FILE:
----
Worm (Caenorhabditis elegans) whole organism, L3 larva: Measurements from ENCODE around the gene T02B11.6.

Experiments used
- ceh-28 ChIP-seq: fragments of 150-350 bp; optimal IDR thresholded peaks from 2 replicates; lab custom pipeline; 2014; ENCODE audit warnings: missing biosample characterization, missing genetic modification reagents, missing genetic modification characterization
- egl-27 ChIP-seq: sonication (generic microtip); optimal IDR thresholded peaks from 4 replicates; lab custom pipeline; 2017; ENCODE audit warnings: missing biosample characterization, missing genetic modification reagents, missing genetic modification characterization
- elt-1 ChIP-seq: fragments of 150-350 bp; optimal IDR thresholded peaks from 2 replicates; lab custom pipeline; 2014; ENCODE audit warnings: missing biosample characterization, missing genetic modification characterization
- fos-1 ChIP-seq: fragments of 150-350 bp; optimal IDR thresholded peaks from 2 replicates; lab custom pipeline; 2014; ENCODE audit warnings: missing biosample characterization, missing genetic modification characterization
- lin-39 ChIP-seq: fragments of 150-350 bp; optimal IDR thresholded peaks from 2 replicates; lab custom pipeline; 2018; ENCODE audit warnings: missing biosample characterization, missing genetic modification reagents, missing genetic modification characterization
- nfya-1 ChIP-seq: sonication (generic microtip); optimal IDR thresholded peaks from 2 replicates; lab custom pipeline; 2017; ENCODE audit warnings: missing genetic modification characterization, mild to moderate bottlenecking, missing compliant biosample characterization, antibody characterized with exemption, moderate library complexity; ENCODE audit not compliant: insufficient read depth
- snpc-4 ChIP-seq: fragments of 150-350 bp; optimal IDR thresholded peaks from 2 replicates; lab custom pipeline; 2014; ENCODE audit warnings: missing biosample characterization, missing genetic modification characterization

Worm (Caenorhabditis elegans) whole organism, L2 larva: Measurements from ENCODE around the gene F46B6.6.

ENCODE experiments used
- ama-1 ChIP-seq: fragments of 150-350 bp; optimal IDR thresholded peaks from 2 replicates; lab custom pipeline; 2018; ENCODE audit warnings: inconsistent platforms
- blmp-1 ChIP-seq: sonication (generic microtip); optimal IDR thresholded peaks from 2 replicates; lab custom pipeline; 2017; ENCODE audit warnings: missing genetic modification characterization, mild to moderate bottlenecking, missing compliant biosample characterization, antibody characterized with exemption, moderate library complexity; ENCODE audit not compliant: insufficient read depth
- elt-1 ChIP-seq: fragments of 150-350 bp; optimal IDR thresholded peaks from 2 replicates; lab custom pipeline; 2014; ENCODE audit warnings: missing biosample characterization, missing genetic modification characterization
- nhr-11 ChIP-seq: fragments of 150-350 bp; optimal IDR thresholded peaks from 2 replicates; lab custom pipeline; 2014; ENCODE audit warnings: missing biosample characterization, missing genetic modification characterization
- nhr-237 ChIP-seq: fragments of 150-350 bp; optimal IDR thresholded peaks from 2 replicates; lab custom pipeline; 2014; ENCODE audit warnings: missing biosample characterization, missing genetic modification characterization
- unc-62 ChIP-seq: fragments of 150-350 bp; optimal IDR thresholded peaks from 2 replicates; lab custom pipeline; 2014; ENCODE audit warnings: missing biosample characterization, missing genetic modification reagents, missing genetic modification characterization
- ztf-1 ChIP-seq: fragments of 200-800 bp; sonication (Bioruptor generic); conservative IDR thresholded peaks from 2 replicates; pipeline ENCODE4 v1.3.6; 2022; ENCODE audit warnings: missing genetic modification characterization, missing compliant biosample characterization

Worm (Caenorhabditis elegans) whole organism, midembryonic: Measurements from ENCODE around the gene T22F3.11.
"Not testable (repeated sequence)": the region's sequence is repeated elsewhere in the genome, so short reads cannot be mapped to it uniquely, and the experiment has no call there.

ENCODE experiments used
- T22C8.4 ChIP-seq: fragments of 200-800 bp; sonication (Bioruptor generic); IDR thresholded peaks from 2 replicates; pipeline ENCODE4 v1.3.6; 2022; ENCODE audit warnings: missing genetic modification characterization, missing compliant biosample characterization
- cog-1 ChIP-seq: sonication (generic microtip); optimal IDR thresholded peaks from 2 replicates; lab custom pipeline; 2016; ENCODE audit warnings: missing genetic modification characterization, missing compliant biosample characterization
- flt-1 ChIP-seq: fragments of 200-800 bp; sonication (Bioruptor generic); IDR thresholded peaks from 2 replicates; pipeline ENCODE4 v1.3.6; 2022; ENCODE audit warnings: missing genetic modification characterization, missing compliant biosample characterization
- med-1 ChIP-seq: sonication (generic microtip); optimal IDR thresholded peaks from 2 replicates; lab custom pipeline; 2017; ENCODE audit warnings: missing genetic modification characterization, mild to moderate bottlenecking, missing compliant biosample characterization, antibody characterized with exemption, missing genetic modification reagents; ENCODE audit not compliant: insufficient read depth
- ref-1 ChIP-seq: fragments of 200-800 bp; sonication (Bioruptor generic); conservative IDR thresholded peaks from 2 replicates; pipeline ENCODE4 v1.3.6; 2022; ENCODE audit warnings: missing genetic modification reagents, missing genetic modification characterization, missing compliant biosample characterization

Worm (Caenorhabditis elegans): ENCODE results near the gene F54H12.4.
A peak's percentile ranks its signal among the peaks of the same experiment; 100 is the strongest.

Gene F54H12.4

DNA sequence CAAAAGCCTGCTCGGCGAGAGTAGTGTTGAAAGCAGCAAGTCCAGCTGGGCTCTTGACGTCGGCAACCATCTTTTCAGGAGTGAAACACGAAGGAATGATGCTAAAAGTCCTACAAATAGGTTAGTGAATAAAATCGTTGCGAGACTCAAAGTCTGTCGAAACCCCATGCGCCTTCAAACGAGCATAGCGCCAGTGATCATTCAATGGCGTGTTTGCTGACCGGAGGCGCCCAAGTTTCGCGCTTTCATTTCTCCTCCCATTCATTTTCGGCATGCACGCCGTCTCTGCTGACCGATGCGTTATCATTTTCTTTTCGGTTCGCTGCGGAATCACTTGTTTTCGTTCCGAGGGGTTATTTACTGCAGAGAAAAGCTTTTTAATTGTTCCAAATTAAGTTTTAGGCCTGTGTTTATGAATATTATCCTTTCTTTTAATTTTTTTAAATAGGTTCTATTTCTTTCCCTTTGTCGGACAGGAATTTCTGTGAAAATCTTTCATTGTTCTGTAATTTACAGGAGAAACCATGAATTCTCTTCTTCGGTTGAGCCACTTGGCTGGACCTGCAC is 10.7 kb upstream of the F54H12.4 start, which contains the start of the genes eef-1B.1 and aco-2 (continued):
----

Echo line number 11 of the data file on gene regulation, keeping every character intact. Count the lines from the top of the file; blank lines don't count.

ENCODE experiments used